2011 Equal Justice Works Fellow, Nicholas Joseph Webber

Nicholas Joseph Webber

Name of Host Organization: Watsonville Law Center
City, State: Watsonville, California
Issue area: Workers' Rights, Farmworkers
Sponsors: The Morrison & Foerster Foundation

The Project

This project will put a stop to this injustice and stand as a model for future workers' workplace protection. The Watsonville Law Center will protect low-wage workers' earnings by enforcing existing workplace laws. Situated in the heart of the agricultural Pajaro Valley and serving both Santa Cruz and Monterey Counties, we will provide direct legal services, education and outreach to the predominately Spanish-speaking, low-wage workers.

The Inspiration

The dystopia of low-wage workers' plight found in Upton Sinclair's The Jungle is not a fiction of the past, but a frustration of the present. The National Employment Law Project's collaborative study strips away the veil to show the harsh reality still facing low-wage workers today. "Fully 26% of our sample were paid less than minimum wage... these violations were not trivial in magnitude with 60% being underpaid by over a dollar an hour." Workers are regularly denied legal compensation, overtime pay and rest breaks, while they are regularly required to work off the clock.

With the cost of living in Santa Cruz and Monterey Counties (35-50% above the national average) and with 11-12% of the population living below the Federal Poverty limit, low-wage workers simply cannot afford to live unless workplace laws are enforced and communities cannot be expected to absorb the fallout when these families cannot survive.

In one pilot wage-claim clinic at the Watsonville Law Center, a young, frightened Latino sandwich maker was fired in a storm of expletives by the store's owner when he dared to ask for his pay check a second time. It was, however, the store owner's voice that was shaking as he explained to the Labor Commissioner's Office why he withheld wages from this young man to no avail.



Littleton, Colorado

Law school:

Making the connection:

Law school was a means to an end working in public interest. So many examples in history reveal how the poorest communities suffer the greatest injustices. Having already traveled through Central and South America as well as worked at a homeless shelter in the U.S., I have seen firsthand the results of poverty. I consider knowing and doing nothing to be the greatest injustice.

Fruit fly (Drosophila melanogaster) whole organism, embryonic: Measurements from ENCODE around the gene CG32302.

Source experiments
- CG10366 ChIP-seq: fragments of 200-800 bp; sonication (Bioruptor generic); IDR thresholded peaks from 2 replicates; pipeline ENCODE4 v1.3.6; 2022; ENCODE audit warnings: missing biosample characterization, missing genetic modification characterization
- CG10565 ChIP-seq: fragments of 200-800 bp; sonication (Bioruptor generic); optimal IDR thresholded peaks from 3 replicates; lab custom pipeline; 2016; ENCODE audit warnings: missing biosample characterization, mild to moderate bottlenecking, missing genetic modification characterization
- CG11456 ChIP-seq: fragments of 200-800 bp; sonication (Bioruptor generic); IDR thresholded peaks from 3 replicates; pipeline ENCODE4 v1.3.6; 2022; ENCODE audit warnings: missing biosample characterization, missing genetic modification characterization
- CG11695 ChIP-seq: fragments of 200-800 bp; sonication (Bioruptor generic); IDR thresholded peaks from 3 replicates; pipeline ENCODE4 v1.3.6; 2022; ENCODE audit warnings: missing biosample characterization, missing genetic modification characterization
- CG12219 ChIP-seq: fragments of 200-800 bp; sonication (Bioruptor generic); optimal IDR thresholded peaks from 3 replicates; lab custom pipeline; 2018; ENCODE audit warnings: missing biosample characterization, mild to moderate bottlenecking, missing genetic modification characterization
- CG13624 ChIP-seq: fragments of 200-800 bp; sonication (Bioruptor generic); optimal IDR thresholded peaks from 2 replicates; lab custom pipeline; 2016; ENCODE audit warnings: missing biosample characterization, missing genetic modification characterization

Surviving law school:

I found compassionate friends who cared deeply about the poor. I sought exposure to critical human rights issues through immersion studies in Costa Rica, Strasbourg and El Salvador. I found professors who saw the world through a similar lens and asked hard questions. I joined student groups like La Raza, ACLU and the Journal of International Law to stay focused. And finally, I found activities outside school such as volunteering, snowboarding and surfing to stay grounded.

Recommended books:

The Brother's Karamazov by Fyodor Dostoevsky - captures the human struggle for truth and genuine self-confidence
The Skeleton in the Closet by Clarence Darrow - describes the internal struggles every human faces
In Cold Blood by Truman Capote - reminds me that "justice for all" means everyone tells their story

Favorite website(s):

Human Rights Watch Abound with the intricacies of human suffering & captures hopeful solutions.
School of Americas Watch Regularly reminds me of the continuing struggle in Central & South America for true democracy.
Craigslist "Free" A diversion & an excellent stomping ground for both good comedy & rare treasures

Words to live by:

"I have always resented the smug statement about how in 'America' if you work hard, you would become rich. The meaning of that was that if you were poor it was because you hadn't worked hard enough. I knew this was a lie." - Howard Zinn

"We are quite naturally impatient in everything, to reach the end without delay. And yet, it is the law of all progress, that it is made by passing through states if instability" - Pierre Teilhard de Chardin

© 2017 Equal Justice Works - 1730 M Street, NW, Suite 800, Washington, DC 20036-4511